What if instead of softening the lights, you wanted to emphasise on the highly glossy surface?
    For example have a thin strip of harder light running down the guitar body, sculpting its convex shape?
    Would a strip soft box and a lot of black velvet behind it do the trick, or would the reflections be so messy that this is next to impossible to achieve a good-looking result?
    Thank you and all the best,
    Remi

    1. Hi Remi, thank you. If you wanted a solid white highlight down the surface of the guitar then a strip box or a 120×30 softbox with a stripbox window mask would give you that. I don’t think there would be any need for black velvet behind the softbox though as the contrast would already be great enough.

  5. garystasiuk

    I love the solving of problems in this session. My wife has a couple different hurdy-gurdy instruments, a modern and a traditional. Actually we have many different stringed instruments, guitars of various types as well. This tutorial opened a completely new door for possibilities I am going to explore soon. So many great learnings in here. Great show Karl.

  6. Hello Karl, apologies for a long comment but I’m having trouble overcoming a problem while shooting pack shots of guitars. A short explanation – I’m shooting guitars on white backgrounds and I’m restricted by my company from doing any post processing – we have to move quickly. Also, I’m shooting too quickly to move the lights between shots. The problem I’m having is not being able to illuminate chrome hardware on glossy black guitars without a light or white bounce card being visible in the body of the guitar. I think my solution is to bounce the light onto the hardware with a 50% gray card but I’m not sure if the card would still show up on the body of the guitar – your thoughts please? And, thanks for all your amazing advice!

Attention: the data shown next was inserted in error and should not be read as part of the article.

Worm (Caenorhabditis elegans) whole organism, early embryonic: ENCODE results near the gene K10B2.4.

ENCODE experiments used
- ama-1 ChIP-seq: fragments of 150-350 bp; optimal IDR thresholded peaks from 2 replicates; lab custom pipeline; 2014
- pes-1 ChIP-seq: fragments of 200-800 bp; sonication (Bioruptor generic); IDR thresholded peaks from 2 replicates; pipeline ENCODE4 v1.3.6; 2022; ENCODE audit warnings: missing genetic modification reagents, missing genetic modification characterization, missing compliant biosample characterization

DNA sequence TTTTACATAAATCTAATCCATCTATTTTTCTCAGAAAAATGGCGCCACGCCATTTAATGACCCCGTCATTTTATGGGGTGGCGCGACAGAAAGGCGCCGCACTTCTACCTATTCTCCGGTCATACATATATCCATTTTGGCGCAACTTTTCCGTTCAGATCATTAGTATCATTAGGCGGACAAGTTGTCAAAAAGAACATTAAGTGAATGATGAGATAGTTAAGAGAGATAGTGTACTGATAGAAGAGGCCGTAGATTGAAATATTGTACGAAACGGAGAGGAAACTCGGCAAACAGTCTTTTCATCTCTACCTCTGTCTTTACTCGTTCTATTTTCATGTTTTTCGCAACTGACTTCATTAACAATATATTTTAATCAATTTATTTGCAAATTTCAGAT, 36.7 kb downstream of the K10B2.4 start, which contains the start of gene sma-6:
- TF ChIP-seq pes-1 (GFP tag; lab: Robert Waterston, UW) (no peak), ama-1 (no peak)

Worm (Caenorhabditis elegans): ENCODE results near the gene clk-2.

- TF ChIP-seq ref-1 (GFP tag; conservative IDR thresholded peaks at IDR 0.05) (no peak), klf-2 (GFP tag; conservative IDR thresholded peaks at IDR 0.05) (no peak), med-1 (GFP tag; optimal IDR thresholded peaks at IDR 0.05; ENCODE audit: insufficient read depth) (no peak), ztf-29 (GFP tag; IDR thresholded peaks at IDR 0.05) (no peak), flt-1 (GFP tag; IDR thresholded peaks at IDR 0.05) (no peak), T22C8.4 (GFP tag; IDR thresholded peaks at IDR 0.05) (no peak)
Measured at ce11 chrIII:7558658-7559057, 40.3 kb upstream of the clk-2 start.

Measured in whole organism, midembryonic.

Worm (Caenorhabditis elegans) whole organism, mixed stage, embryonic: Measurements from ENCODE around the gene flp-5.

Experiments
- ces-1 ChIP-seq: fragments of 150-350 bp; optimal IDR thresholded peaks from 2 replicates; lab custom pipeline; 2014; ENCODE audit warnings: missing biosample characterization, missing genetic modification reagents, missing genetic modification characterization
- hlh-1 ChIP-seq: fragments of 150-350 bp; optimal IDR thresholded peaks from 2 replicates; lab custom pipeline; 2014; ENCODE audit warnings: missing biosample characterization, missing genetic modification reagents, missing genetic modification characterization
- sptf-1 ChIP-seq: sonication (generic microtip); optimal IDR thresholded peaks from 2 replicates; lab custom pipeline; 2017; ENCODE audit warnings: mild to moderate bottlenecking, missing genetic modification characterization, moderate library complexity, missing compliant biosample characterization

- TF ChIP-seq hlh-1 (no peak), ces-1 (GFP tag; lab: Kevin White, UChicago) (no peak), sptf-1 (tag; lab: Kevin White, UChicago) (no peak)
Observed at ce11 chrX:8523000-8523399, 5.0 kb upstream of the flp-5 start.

1. Hi Castlesoundco, this sounds like an unfortunate situation. A bit like your company asking you to make a pizza but you’re not allowed to use any cheese and they must be cooked in a microwave. These sort of instructions are never conducive to the best outcomes, it sounds as if they are looking more for a ‘packshot’ result. There are of course many problems you will face based on the different aesthetics, materials and shape of each guitar but yes we do use grey panels occasionally to reduce highlights, interestingly I was talking to Tim Wallace the other day he’s a top car photographer and he recommends an off white (10% grey) for the studios rather than pure white as it helps to control the reflections better. I can’t say exactly what will work as I can’t see what your setup is or what the product is exactly but I’d recommend you look at some of our packshot courses for ideas:
      https://visualeducation.com/class/pack-shots-product-photography/